And now this debacle:

 

The most alarming fact for Fedoseev's supporters is how Vladimir throws it away in simple endings. I can only hope it is not more than growing pains.

This allowed the quiet man Evgeny Tomashevsky to surge ahead and take third place.

 

What is particularly impressive is how Evgeny went for it, something that has unfortunately been lacking in his game lately.

Tomashevsky quietly finished in sole third place | Photo: Eteri Kublashvili

So, it finally came to a playoff for first place between the two Dmitrys.

 

The playoff | Photo: Eteri Kublashvili

Andreikin's title is his second Championship after a six-year wait. Back in 2012, he won a massive playoff over five other contenders, which included Svidler and Karjakin. That success propelled Dmitry to a string of good results, culminating in his second place behind Kramnik in the 2013 World Cup, which was followed by a respectable showing at the Candidates next year (50%).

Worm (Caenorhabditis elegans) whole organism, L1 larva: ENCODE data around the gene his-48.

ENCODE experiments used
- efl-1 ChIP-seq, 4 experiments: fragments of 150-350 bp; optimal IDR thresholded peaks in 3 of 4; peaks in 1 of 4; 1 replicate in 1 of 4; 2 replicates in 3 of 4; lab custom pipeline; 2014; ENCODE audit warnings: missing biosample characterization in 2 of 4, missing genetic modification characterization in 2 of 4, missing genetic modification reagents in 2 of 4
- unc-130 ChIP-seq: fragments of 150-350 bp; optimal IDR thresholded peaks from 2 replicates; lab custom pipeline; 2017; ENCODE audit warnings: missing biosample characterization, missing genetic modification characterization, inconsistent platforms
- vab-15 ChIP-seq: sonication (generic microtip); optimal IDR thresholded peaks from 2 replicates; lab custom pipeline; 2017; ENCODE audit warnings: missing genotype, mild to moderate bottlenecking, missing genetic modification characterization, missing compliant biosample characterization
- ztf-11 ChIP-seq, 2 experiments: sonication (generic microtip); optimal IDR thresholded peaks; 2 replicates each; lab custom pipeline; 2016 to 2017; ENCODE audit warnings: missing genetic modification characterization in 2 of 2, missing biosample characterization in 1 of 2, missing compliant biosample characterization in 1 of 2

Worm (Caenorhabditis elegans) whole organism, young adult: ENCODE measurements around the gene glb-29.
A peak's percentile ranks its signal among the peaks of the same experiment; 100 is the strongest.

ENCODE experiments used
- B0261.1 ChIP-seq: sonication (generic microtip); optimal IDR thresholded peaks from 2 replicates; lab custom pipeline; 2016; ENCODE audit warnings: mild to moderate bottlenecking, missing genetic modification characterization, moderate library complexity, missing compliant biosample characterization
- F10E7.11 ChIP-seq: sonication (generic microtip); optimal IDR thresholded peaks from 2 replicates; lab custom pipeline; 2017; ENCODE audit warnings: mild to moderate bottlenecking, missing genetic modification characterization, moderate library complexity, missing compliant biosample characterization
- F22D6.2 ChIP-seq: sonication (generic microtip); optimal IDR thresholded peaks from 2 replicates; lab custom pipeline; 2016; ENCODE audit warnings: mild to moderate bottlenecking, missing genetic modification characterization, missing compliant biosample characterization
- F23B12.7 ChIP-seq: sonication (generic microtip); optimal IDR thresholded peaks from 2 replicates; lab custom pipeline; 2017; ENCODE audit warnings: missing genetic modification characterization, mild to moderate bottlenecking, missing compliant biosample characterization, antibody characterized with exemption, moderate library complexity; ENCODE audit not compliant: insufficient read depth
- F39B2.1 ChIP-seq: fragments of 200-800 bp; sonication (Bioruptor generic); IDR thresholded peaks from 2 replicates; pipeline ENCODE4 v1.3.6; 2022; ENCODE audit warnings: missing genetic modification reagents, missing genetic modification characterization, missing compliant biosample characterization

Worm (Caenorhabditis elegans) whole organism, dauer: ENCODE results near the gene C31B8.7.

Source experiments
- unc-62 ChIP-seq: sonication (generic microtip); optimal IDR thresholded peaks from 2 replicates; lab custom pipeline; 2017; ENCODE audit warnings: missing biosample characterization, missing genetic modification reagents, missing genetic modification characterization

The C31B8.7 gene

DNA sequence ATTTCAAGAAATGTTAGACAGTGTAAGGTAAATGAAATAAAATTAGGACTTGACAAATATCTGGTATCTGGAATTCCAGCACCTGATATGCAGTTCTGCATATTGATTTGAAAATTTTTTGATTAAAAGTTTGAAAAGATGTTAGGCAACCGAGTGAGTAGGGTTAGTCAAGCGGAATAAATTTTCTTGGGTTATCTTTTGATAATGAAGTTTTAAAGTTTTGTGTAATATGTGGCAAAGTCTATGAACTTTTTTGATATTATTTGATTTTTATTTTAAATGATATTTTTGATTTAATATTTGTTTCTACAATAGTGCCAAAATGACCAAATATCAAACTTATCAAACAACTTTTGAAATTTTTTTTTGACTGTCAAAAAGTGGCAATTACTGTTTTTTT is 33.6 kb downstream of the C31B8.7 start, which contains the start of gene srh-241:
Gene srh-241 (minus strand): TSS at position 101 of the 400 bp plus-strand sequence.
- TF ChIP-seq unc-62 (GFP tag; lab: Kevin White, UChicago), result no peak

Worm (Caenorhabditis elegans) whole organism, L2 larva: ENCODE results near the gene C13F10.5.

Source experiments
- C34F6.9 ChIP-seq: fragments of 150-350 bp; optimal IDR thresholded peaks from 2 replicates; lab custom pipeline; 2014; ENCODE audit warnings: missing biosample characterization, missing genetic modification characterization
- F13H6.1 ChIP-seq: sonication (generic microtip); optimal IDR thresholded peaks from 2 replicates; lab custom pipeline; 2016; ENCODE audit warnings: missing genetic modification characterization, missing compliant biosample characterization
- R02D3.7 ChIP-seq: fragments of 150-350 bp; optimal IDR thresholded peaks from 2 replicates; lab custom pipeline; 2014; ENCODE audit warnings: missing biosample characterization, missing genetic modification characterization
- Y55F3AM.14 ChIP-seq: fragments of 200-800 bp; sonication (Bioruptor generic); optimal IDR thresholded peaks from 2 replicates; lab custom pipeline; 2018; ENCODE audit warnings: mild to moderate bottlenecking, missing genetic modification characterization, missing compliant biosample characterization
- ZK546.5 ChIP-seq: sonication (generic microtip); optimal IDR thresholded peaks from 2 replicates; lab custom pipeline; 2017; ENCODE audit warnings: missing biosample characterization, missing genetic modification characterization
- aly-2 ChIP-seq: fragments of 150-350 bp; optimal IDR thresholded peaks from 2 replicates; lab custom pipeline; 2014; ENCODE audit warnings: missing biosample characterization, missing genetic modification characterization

Andreikin seemed destined for a great career. Everything was there: youth, strong nerves and great skills in all aspects of the game. Ok, maybe not in opening theory, but that could be fixed, couldn't it?

However, Dmitry's tail wind suddenly abandoned him. He was mired in a long slump, as his rating never crossed over the 2750 mark...and soon almost dropped below 2700.

There could have been many reasons for that, and his new responsibilities as a husband and father may have been part of it, but in any case Andreikin's good play this summer is encouraging — a solid showing at the Chinese Team League, a massive 8½/10 tally at the Xtracon Open (second to Hammer on tie-breaks), and now the National Championship title! 

Way to go, Dmitry! Congrats, and full speed ahead, albeit watch out for the speed limit when you drive your new car. [The tournament winner receives new car as part of his prize. -Ed.]

Final standings

(Andreikin won the playoff match 1½ : ½)

 

All games

 

Natalija Pogonina finishes strong